Deep History of Pacific Flyway

From Oct. 22 through Nov. 16, 2012, I will be resident at Playa, along the shoreline of Summer Lake, OR. I will be working on the project, Understanding the Deep History of the Pacific Flyway. I look forward to studying and experiencing how Great Basin lakes and marshes are used by the many species of migratory birds who have supported humans throughout 14,000 years of history in western North America.

2 comments on “Deep History of Pacific Flyway
  1. Hello Madonna, Congratulations on getting funding for this.
    Reading some of the herring posts and the other herring work
    you (and others) have done makes me wonder about herring in Norton Sound and beyond. Thinking about the distribution of these northernmost herring fisheries, I wonder about Museum and other collections from Denbigh, Difchahak, and other coastal sites. Without going back to some of the original reports, I’m not sure whether or not the deposits were screened for smallish fish bones. There might be bulk samples still in the accessioned collections. Would be interesting to chat about this next month in Anchorage, and of course we can correspond via email too. The ADF&G area fisheries biologists might have some ideas too, but you’ve probably been in contact with them. Cheers, Richard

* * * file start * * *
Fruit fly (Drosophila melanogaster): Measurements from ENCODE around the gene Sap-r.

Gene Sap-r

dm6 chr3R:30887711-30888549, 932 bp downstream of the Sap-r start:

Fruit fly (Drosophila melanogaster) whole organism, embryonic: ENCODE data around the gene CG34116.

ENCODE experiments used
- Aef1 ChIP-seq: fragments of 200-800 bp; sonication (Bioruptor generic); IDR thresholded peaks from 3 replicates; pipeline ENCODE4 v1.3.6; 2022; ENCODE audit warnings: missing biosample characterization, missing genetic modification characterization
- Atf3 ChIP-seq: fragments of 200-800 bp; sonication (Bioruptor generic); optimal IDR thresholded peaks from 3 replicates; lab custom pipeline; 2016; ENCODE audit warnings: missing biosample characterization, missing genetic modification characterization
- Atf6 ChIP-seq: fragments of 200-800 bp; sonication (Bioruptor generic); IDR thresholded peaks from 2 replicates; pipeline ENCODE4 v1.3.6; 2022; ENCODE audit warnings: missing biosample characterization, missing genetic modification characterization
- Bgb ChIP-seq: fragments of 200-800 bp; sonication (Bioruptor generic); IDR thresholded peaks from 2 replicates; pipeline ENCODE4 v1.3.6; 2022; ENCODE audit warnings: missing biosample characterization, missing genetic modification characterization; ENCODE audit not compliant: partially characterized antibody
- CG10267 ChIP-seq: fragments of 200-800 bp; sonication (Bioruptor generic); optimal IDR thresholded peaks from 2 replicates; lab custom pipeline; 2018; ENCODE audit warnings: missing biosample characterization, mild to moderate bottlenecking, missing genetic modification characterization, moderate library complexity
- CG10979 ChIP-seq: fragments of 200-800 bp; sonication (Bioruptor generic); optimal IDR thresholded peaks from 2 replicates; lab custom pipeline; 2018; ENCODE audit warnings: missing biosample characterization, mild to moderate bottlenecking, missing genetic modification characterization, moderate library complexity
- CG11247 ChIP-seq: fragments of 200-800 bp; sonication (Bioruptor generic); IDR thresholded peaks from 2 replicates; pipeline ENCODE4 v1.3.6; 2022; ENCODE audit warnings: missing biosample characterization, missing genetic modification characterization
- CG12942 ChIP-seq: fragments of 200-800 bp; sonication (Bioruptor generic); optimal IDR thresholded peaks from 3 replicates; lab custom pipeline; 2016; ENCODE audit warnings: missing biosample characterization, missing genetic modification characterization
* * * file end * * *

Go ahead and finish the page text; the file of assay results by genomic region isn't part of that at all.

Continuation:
• You have raised excellent questions, Richard. Thanks for your thoughts and great advice. I very much doubt much screening was done, because so much attention has been focused on defining houses and other structures in the arctic. As it turns out, the Nash Harbor herring bones are not herring after all!!! I examined them last Friday and found they are a small gadid (tomcod, small walleye pollock perhaps). I am going to photograph them with a microscope and post the photo. Establishing the northernmost range of herring is going to be an interesting outcome (hopefully!).

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